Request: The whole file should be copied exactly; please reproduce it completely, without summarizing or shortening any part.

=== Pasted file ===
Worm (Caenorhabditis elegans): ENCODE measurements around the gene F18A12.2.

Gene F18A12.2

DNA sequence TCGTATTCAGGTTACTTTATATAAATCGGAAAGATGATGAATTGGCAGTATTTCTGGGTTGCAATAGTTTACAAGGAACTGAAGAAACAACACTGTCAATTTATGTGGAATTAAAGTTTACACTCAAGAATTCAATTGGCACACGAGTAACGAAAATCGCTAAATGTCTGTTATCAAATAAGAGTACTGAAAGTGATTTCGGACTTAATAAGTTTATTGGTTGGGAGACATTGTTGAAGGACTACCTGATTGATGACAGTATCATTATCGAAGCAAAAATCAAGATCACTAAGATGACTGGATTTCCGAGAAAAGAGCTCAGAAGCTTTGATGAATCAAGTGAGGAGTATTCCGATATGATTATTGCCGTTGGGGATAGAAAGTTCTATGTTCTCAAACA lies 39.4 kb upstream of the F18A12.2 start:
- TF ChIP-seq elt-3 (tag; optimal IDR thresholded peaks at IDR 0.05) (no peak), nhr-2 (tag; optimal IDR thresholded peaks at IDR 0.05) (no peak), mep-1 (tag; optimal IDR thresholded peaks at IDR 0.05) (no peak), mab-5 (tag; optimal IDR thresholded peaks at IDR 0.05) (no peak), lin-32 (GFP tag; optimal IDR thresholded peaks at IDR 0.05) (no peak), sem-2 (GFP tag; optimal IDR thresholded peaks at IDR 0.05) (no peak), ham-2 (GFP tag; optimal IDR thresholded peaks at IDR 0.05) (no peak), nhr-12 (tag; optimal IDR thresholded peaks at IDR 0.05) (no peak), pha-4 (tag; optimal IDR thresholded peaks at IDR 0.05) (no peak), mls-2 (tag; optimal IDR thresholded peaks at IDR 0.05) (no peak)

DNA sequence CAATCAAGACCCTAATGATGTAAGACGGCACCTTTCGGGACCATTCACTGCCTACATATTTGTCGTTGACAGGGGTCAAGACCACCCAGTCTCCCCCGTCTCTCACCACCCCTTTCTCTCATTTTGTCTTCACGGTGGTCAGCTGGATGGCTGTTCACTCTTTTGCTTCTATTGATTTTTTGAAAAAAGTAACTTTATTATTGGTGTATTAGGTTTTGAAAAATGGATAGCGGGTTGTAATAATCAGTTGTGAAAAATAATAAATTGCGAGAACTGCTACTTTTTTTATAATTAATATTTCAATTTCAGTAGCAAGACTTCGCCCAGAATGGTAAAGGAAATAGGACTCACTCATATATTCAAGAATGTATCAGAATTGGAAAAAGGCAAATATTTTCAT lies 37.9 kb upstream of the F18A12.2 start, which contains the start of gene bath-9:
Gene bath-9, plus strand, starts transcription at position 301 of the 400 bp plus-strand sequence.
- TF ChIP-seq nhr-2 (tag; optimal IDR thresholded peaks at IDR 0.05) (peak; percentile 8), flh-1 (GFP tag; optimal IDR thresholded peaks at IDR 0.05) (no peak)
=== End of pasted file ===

Worm (Caenorhabditis elegans): ENCODE measurements around the gene F18A12.2.

Gene F18A12.2

DNA sequence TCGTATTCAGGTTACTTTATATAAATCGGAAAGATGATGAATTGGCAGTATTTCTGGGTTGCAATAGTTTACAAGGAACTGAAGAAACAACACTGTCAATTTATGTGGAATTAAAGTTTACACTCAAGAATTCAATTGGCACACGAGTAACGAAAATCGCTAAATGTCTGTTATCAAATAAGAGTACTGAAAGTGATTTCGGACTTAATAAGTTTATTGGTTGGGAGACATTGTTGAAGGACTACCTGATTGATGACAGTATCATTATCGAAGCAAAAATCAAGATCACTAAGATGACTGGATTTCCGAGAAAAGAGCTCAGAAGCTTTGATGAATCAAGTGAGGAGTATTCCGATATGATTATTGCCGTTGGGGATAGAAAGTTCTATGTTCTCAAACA lies 39.4 kb upstream of the F18A12.2 start:
- TF ChIP-seq elt-3 (tag; optimal IDR thresholded peaks at IDR 0.05) (no peak), nhr-2 (tag; optimal IDR thresholded peaks at IDR 0.05) (no peak), mep-1 (tag; optimal IDR thresholded peaks at IDR 0.05) (no peak), mab-5 (tag; optimal IDR thresholded peaks at IDR 0.05) (no peak), lin-32 (GFP tag; optimal IDR thresholded peaks at IDR 0.05) (no peak), sem-2 (GFP tag; optimal IDR thresholded peaks at IDR 0.05) (no peak), ham-2 (GFP tag; optimal IDR thresholded peaks at IDR 0.05) (no peak), nhr-12 (tag; optimal IDR thresholded peaks at IDR 0.05) (no peak), pha-4 (tag; optimal IDR thresholded peaks at IDR 0.05) (no peak), mls-2 (tag; optimal IDR thresholded peaks at IDR 0.05) (no peak)

DNA sequence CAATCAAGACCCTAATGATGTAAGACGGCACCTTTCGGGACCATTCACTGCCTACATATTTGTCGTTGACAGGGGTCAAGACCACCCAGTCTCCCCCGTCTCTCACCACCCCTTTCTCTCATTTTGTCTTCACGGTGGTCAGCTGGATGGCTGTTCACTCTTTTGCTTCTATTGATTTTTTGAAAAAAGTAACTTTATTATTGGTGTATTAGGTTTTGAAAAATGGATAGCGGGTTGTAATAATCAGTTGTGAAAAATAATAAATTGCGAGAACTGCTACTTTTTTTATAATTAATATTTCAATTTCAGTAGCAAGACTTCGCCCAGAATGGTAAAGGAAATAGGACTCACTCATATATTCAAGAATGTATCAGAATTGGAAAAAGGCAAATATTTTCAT lies 37.9 kb upstream of the F18A12.2 start, which contains the start of gene bath-9:
Gene bath-9, plus strand, starts transcription at position 301 of the 400 bp plus-strand sequence.
- TF ChIP-seq nhr-2 (tag; optimal IDR thresholded peaks at IDR 0.05) (peak; percentile 8), flh-1 (GFP tag; optimal IDR thresholded peaks at IDR 0.05) (no peak)